How to Make Sunflower Seed Milk


Today we’re learning how to make milk… sunflower seed style.

This recipe is awesome for anyone who who’s allergic to nuts, oats, rice, soy or any other ingredient that’s been transformed into a dairy-free milk.

… and if you’re allergic to sunflower seeds, have you seen my flax milk recipe?

… and if you’re allergic to flax… well, umm… let me know and I’ll see if I can create something for you. I’m always up for a challenge!

Benefits of sunflower seeds

If allergies aren’t your name of the healthy living game, I bet you’re wondering, ‘Why make milk out of Sunflower seeds?’ I’ll tell you why…

  • Because they’re high in vitamin E and vitamin E keeps our immune system rockin’ and our skin glowing. We all like glowing skin.
  • Also, they’re loaded with magnesium that helps keep our bones strong and our muscles chilled out and relaxed.
  • Lastly, you’ll find a bunch of selenium in these little guys, the trace mineral that’s believed to help repair our DNA.

Little power bombs, these guys are.

How to Make Milk Sunflower Seed (118)

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4.9 from 15 reviews
How to Make Sunflower Seed Milk
Recipe type: Vegan, Gluten-free, Dairy-free, Refined sugar-free, Yeast-free, Corn-free, Grain-free, Nut-free, Egg-free
Prep time: 
Cook time: 
Total time: 
Serves: 4
Creamy and delicious homemade vegan milk that's just as good as almond milk... without the nuts!
  • 1 cup raw, unsalted sunflower seeds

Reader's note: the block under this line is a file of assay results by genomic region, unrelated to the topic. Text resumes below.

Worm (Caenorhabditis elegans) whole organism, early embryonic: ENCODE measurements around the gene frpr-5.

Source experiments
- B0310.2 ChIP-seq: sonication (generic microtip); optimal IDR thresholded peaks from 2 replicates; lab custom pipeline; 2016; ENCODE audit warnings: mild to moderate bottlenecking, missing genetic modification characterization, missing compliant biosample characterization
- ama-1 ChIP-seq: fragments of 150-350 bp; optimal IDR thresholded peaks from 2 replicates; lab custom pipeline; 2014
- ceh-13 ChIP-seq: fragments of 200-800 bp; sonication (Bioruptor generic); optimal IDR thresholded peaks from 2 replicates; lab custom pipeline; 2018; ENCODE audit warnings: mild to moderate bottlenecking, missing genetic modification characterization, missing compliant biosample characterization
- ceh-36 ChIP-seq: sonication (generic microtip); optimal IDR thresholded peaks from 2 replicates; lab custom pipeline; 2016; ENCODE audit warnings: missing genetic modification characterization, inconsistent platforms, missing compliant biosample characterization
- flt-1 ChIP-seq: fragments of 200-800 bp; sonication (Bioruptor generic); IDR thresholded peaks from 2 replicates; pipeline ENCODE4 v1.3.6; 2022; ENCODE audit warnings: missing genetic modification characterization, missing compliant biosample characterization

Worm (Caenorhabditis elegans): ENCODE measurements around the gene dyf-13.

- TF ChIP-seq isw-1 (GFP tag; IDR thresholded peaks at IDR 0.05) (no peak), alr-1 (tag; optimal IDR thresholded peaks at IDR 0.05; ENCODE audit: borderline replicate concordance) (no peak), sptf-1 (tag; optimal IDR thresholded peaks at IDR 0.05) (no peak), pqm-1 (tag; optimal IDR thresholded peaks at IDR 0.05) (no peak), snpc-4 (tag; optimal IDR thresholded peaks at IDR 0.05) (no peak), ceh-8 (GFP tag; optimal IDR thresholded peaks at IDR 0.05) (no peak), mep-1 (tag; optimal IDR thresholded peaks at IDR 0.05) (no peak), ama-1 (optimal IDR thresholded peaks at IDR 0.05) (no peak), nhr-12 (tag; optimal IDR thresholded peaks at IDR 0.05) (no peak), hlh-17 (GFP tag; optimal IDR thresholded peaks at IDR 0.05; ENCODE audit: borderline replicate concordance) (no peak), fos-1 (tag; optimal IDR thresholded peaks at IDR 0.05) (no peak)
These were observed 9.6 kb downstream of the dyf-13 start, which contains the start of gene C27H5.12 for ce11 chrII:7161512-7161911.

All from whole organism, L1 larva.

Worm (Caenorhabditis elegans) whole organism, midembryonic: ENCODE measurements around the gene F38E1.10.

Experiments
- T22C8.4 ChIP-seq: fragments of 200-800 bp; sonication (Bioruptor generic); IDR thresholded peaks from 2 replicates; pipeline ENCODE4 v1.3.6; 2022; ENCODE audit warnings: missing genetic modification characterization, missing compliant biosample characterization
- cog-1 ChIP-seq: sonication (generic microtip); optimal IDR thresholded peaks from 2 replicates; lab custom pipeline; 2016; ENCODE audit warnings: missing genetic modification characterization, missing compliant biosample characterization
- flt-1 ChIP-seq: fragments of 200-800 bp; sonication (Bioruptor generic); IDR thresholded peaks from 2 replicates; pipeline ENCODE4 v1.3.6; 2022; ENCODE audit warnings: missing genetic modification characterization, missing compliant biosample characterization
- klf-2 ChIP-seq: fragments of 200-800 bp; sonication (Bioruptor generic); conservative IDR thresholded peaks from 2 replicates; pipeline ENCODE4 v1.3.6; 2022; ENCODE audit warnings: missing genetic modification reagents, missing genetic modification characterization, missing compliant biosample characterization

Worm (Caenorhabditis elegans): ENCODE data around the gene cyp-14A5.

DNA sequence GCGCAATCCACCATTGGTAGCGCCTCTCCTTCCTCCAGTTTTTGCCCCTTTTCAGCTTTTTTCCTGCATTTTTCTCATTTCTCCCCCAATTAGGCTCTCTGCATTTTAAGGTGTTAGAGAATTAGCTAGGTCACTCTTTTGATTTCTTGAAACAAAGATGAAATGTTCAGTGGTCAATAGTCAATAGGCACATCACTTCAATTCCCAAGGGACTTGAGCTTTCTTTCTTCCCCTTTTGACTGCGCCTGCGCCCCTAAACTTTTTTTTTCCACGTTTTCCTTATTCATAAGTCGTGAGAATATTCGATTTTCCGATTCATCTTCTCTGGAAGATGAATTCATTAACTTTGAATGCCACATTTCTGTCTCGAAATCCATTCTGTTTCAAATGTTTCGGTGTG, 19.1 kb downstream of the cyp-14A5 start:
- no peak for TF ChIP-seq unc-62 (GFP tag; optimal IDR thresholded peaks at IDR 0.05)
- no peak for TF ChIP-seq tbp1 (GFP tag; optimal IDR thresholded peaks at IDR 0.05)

• 4 cups filtered water
  • 2 tablespoons maple syrup
  • 1 vanilla bean or ⅛ teaspoon vanilla paste or ¼ teaspoon pure vanilla extract
  • Pinch sea salt
  1. Place sunflower seeds in a glass container and cover with water. Cover and allow to soak on the counter for 8 hours. Drain water, rinse well and add to your blender along with 4 cups of clean, filtered water.
  2. Blend water and seeds for 3 minutes. If you have a vitamix, I like starting off on the low setting, then pumping it up to full power for the last 1 minute.
  3. Once complete, pour seed mixture into a nut milk bag or a new (unused) nylon sock over a large bowl. Gently pulse the seed bag with your hands until all liquid has been strained out. Set pulp aside.
  4. Rinse out your blender, add the milk back to it, add the maple syrup, vanilla and salt. Blend for 20-30 seconds.
  5. Pour into a milk jug or juice container and store in the fridge for up to 2-3 days.
For cereals and baked goods: use the recipe above.
For casseroles and other savory recipes, ditch the maple syrup and vanilla.
For a sugar-free version, you could use a couple of drops of stevia or sweeten with 2-3 medjool dates added to the blender with the vanilla and salt, pureed for 1-2 minutes.
Feel free to add cinnamon, all spice, cardamom or nutmeg for some added awesomeness!


I’m sure this recipe could be made with any type of blender. Just make sure that you soak the seeds and let the blender grind them up into the finest, fine powder… ever.

When its all blended, you need to separate the fiber from the milk. To do this, get yourself a nut milk bag (seriously, the best $7.99 you’ll ever spend).